For 48 hours last January, Tony Dungy was content to remain a former NFL head coach. Following Tampa Bay's second consecutive wild-card playoff loss in Philadelphia, Dungy was fired, an inglorious end to his six-year tenure as the most successful coach in the team's history. Upon receiving the news, he huddled with his wife, Lauren, to weigh his options. Though his name was already being mentioned for other jobs, Dungy considered another calling: prison ministry. "It's something I've always wanted to do, and I thought that maybe the time had come to try it," he says. "I wasn't sure I still wanted to be a coach in the NFL."
As devout and straight-talking as they come, Dungy would no doubt have been a tremendous minister. But when Colts president Bill Polian offered him his team's coaching job (vacant after the firing of Jim Mora), Dungy accepted. Now, he ministers to Indianapolis defenders, who last year were shackled by then defensive coordinator Vic Fangio's complicated, zone-blitz packages, for which they were too slow and inexperienced. Dungy preaches a simpler, ball-hawking Cover 2 scheme, inspiring a defense that last season gave up an NFL-high 30.4 points and an AFC-high 357.2 yards a game to think that this could be a breakout year.
"I've studied film of Tampa's defense for a long time, just because it's such a beautiful thing to watch. Having it here, well, it's been like night and day," says defensive tackle Ellis Johnson. "Last year we were taking on too many blocks and trying to read then react, instead of just flying to the ball. Guys were being asked to do things they couldn't really do. I mean, Ph.D.'s couldn't have figured out our defense."
"The worst part is watching film from last year and seeing how many big plays we gave up because of stupid mental mistakes," says defensive end Chad Bratzke. "It always felt as if we were one step behind." Bratzke, the Colts' best defender and leading sacker in each of the last three years, routinely faced double teams in 2001, partly because Indianapolis had so few playmakers. That will change if rookies such as left end Dwight Freeney of Syracuse and tackle Larry Tripplett of Washington—both exceptionally quick for their positions—are able to give the Colts the multipronged pass rush they've lacked since Bratzke arrived as a free agent from the Giants in 1999. "This defense needs speed, and our young guys give us a lot more this year," Bratzke says. "It's exciting when guys are swarming all over the place. Having a scheme that fits our personnel makes it fun again."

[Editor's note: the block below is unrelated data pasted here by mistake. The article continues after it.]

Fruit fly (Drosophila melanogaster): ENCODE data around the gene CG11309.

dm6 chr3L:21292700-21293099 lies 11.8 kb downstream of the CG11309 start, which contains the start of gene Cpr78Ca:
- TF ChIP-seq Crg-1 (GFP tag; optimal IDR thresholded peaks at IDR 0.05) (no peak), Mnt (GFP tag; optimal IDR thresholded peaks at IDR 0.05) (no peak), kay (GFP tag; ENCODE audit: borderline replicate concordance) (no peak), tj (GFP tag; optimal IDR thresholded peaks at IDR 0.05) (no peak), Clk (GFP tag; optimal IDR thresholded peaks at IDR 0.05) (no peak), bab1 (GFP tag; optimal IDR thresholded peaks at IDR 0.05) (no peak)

When it comes to the offense—again led by the formidable trio of quarterback Peyton Manning, running back Edgerrin James and wideout Marvin Harrison—the fun should be all Dungy's. (Also back is offensive coordinator Tom Moore, who recruited Dungy at the University of Minnesota.) "When you change jobs, normally you don't inherit a Pro Bowl quarterback," Dungy says. "Our offense is in good hands."
Manning threw for 4,131 yards and 26 touchdowns last season, but he also tossed 23 interceptions, second most in the NFL. That number will decline if James (who looked good in camp after returning from surgery to repair the left ACL that he tore last October) returns to form and Qadry Ismail, a free-agent pickup from the Ravens, emerges as a steady alternative to the ever-dangerous Harrison.
"The perception is that our defense lost games for us last year, but the reality is that we lost as a team," Dungy says. "We have to cut down on the turnovers, improve on special teams, improve our team speed. If we do those things, we should be fine."
But if the Colts are to reverse field after last year's 6-10 debacle and step up to challenge the Titans for AFC South dominance, their revamped defense must come through. Polian, for one, is certain that Indianapolis got the right man for the job. Asked the difference from last year to this on defense, he cuts the question short. "It's a sea change," Polian says. "With Tony here, it's as dramatic a change as you can get."
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